up home page bottom

Tuesday, March 4, 2008

Sub-prime Mortgage Problems in US

As I am gathering some information to write a post on US recession, I am across a TV report on US sub-prime mortgage meltdown on 60 minutes. We have seen how this problem is spreading to the rest of the world.

The chart shows that with the sub-prime model, there are incentives to cheat the money-lending system. What is happening is that mortgage loans are given to home-buyers whose repayment ability is questionable. Normally the loans only require them to initially pay with low interest rate. The home-buyers are convinced that home properties will go up in price because of the property boom time. The banks then repackage the mortgage securities and sell them at the bond market as high quality securities. Some of the folks who buy these bonds are the pension funds, foreign investors etc.

It appeared to be a win-win situation for everyone involved. In fact, you may even be paid to buy a house! Now the situation has reversed. Property prices are plummeting and the home-owners are unable to pay their mortgages. The low interest payment period is over and suddenly the home-owners find that they are stuck with high interest payment. They find that the mortgage value is higher than the price of their house. It made more sense for them to just walk away from the debts.

Meanwhile, the value of the mortgage-back securities in the bond market plunges. The banks have to write-down hundreds of millions of dollars as they were unable to collect payment from the home-buyers. There are two types of bonds i.e. insured and uninsured. Insured bonds are normally more popular because they are perceived as safer investment. Insured bonds are insured by bond insurers such as MBIA and AMBAC, the largest and second largest bond insurers in US respectively. These bond insurers are given some kind of rating (AAA, AA etc.) by rating agencies such as Moody's, Standard & Poor etc. As a result of the insured bond defaults, the bond insurers are forced to come up with their insurance claims payment. Their inability to do so is causing their ratings to be lowered by the agencies. The result of this is that banks no longer see value in insured bonds and sometimes the uninsured bonds are higher priced than insured bonds (see post).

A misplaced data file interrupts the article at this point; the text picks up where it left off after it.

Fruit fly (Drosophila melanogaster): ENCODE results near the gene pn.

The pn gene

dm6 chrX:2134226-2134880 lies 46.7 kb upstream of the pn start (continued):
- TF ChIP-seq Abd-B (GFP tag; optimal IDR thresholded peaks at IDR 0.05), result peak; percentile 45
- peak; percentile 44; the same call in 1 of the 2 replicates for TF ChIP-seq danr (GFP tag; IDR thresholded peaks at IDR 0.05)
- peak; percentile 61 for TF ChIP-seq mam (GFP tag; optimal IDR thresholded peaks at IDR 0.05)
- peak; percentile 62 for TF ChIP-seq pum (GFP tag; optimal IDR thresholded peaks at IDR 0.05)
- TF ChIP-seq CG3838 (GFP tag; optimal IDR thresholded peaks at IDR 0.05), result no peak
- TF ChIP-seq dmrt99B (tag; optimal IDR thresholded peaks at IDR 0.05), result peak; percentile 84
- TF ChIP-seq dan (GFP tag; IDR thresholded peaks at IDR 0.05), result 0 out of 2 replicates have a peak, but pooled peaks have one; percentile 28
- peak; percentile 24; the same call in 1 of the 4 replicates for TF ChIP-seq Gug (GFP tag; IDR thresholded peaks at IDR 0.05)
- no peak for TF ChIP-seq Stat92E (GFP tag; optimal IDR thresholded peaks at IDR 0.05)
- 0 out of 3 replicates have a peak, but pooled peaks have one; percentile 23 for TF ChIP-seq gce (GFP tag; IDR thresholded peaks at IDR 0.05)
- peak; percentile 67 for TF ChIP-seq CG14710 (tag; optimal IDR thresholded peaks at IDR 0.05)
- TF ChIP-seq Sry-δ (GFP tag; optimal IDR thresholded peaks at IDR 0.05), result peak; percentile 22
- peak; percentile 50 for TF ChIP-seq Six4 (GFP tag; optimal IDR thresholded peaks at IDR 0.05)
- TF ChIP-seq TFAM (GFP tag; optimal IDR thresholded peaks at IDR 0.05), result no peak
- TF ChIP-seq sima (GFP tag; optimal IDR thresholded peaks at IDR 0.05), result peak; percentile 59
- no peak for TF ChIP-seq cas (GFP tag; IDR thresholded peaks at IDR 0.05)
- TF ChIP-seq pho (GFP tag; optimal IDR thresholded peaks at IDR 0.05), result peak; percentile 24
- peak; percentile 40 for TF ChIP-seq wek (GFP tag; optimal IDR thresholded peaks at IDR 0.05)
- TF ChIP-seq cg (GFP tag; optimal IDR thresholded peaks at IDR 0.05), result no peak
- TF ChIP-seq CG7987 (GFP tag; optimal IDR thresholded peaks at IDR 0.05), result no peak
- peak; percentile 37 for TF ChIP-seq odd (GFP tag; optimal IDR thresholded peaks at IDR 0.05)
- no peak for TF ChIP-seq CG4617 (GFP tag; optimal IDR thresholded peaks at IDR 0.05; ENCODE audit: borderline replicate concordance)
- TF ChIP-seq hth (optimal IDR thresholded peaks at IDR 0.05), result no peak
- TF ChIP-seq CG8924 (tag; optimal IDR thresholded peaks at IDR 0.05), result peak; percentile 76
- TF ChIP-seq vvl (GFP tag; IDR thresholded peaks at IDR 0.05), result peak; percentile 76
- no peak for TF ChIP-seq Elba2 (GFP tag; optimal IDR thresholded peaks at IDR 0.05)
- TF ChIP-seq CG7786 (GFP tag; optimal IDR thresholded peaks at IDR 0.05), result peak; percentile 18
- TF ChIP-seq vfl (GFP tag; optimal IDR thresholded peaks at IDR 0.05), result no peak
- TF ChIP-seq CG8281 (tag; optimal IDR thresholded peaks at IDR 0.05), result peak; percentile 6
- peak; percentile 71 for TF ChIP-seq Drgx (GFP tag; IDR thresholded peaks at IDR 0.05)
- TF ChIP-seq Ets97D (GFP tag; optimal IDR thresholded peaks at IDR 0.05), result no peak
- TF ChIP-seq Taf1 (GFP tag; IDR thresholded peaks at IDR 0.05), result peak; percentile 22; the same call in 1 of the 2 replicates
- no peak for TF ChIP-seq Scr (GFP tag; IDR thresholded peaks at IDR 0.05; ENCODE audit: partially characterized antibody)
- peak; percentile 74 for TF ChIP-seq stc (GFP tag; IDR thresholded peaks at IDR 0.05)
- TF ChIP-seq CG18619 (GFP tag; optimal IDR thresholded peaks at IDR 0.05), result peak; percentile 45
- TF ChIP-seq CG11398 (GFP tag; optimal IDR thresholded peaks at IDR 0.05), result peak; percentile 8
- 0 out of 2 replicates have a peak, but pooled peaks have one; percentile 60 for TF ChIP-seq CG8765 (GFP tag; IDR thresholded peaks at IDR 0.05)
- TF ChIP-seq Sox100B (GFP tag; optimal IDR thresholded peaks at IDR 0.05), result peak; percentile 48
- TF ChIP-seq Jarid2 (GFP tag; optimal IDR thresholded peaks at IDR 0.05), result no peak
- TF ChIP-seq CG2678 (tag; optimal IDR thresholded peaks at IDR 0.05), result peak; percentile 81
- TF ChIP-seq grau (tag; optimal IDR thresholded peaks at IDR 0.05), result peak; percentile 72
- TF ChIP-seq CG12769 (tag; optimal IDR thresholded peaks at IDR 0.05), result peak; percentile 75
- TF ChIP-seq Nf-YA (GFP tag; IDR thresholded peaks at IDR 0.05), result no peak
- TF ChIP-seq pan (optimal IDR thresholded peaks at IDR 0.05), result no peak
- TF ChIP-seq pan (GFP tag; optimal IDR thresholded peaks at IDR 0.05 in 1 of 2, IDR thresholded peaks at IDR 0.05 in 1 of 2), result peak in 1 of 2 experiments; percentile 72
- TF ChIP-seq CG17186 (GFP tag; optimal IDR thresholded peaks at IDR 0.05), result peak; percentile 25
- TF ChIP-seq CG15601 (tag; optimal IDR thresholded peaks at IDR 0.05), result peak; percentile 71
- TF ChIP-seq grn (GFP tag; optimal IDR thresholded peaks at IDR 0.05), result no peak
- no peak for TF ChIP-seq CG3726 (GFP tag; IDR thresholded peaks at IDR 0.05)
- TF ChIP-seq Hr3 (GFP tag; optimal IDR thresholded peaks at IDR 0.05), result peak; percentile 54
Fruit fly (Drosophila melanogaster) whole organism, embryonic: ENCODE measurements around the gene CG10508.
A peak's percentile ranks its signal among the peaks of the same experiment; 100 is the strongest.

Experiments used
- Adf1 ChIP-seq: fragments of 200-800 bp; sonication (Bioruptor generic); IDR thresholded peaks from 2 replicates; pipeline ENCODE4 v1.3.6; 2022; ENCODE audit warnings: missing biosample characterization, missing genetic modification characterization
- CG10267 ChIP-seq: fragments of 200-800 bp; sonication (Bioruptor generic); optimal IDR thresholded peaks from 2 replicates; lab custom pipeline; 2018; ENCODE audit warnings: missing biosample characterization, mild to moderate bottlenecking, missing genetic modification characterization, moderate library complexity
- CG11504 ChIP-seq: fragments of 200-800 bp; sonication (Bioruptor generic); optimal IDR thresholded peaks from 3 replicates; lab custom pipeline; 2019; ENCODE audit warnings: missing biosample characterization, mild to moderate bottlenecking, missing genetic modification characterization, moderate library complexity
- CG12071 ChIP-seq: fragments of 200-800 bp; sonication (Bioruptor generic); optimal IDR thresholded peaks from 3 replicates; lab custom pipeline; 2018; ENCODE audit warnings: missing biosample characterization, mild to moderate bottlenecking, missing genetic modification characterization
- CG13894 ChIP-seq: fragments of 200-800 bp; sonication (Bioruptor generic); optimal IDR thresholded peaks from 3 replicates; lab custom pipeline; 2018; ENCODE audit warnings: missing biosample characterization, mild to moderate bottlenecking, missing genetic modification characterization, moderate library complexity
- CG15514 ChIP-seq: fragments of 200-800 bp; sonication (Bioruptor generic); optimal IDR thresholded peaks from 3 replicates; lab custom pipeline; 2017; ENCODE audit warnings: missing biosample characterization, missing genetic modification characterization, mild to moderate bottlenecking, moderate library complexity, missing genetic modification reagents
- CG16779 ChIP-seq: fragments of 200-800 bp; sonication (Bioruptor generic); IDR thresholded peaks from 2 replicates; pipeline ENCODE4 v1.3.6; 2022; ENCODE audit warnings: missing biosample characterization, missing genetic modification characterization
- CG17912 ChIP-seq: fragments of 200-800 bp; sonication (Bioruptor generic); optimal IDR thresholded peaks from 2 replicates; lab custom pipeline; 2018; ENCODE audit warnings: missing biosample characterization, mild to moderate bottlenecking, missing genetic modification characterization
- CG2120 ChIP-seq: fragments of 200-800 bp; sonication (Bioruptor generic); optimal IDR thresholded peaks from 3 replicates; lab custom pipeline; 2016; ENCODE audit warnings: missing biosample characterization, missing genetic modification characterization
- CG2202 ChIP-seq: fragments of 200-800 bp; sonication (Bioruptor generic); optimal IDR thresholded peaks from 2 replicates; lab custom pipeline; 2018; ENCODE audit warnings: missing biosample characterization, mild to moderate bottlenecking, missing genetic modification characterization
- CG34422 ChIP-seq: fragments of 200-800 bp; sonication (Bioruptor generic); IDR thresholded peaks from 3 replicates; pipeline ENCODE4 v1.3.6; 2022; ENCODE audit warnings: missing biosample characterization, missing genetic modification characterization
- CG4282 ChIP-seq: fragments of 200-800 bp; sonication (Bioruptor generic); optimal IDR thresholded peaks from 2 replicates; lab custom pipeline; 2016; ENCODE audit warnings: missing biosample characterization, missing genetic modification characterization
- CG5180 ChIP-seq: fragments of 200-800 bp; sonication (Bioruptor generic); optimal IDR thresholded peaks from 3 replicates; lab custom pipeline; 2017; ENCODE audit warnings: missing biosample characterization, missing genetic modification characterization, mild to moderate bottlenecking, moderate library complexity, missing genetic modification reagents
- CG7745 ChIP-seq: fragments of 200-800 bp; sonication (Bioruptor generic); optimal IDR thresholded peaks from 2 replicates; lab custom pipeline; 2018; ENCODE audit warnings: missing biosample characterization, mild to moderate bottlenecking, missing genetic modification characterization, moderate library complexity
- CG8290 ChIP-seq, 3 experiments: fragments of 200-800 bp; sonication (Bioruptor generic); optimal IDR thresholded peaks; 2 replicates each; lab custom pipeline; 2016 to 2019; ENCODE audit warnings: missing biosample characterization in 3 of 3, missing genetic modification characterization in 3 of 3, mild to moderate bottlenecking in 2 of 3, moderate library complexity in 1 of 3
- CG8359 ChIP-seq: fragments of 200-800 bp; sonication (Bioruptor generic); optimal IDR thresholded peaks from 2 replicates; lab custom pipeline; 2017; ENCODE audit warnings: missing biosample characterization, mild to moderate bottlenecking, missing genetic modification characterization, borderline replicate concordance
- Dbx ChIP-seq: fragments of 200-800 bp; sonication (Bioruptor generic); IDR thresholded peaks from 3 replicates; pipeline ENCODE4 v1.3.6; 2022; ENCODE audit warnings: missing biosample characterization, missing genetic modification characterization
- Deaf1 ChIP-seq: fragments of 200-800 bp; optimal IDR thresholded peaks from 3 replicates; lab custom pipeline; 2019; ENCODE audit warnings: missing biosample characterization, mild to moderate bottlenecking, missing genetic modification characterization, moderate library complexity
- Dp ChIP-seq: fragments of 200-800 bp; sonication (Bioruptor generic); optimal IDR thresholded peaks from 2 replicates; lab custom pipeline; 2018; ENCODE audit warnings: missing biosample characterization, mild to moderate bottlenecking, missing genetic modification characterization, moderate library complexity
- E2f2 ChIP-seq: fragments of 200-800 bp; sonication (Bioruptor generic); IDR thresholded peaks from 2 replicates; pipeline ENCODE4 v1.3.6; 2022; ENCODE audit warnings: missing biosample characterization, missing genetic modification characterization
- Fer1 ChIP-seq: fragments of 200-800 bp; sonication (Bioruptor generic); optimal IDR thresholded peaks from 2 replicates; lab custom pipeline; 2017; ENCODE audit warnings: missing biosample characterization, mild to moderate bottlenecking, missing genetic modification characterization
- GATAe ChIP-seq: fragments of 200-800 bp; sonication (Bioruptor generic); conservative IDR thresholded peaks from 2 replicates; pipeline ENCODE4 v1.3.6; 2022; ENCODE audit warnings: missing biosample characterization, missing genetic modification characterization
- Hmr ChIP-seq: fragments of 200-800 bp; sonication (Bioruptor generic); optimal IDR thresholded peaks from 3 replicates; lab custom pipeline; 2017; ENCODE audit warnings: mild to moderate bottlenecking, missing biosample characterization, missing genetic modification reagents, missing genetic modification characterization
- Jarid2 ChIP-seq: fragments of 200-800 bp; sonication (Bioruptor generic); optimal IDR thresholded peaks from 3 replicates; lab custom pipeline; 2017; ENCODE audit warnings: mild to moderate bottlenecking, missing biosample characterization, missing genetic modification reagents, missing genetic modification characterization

With nobody bailing the bond insurers, I think we will be seeing a bigger financial crisis. Warren Buffet, initially looked into helping with the municipal bonds, now is pulling out (see here).

As of today, the property prices around our neighborhood has fallen between 20-30%, which is at the year 2004 price level. It is projected that the prices will continue to slide (another 20%) well into 2003 levels by September 2009.

Click here to watch 60 minutes video on the sub-prime mess.

Good links: Mish's Blog, BBC article, LA times